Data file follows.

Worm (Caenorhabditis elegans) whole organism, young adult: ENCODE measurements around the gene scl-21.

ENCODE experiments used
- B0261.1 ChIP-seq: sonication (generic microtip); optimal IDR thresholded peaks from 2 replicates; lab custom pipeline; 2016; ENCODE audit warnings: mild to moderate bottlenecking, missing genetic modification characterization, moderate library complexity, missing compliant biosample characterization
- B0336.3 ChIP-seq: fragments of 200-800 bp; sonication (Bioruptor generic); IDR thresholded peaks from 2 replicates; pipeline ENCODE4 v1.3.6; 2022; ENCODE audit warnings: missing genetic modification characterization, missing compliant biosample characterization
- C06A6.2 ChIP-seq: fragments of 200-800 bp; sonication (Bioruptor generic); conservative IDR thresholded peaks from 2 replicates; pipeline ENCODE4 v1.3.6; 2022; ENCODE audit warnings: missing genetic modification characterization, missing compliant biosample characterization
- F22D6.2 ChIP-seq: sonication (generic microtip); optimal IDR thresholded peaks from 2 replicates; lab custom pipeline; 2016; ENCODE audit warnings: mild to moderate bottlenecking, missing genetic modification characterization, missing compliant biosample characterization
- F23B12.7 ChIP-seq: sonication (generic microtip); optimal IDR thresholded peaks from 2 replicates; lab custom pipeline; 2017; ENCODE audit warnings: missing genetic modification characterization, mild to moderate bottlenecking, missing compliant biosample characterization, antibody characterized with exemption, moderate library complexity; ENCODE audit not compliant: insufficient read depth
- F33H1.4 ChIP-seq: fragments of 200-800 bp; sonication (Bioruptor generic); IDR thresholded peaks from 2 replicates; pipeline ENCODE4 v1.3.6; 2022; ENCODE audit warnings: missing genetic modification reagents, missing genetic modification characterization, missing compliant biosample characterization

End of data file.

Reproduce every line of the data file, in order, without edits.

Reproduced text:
Worm (Caenorhabditis elegans) whole organism, young adult: ENCODE measurements around the gene scl-21.

ENCODE experiments used
- B0261.1 ChIP-seq: sonication (generic microtip); optimal IDR thresholded peaks from 2 replicates; lab custom pipeline; 2016; ENCODE audit warnings: mild to moderate bottlenecking, missing genetic modification characterization, moderate library complexity, missing compliant biosample characterization
- B0336.3 ChIP-seq: fragments of 200-800 bp; sonication (Bioruptor generic); IDR thresholded peaks from 2 replicates; pipeline ENCODE4 v1.3.6; 2022; ENCODE audit warnings: missing genetic modification characterization, missing compliant biosample characterization
- C06A6.2 ChIP-seq: fragments of 200-800 bp; sonication (Bioruptor generic); conservative IDR thresholded peaks from 2 replicates; pipeline ENCODE4 v1.3.6; 2022; ENCODE audit warnings: missing genetic modification characterization, missing compliant biosample characterization
- F22D6.2 ChIP-seq: sonication (generic microtip); optimal IDR thresholded peaks from 2 replicates; lab custom pipeline; 2016; ENCODE audit warnings: mild to moderate bottlenecking, missing genetic modification characterization, missing compliant biosample characterization
- F23B12.7 ChIP-seq: sonication (generic microtip); optimal IDR thresholded peaks from 2 replicates; lab custom pipeline; 2017; ENCODE audit warnings: missing genetic modification characterization, mild to moderate bottlenecking, missing compliant biosample characterization, antibody characterized with exemption, moderate library complexity; ENCODE audit not compliant: insufficient read depth
- F33H1.4 ChIP-seq: fragments of 200-800 bp; sonication (Bioruptor generic); IDR thresholded peaks from 2 replicates; pipeline ENCODE4 v1.3.6; 2022; ENCODE audit warnings: missing genetic modification reagents, missing genetic modification characterization, missing compliant biosample characterization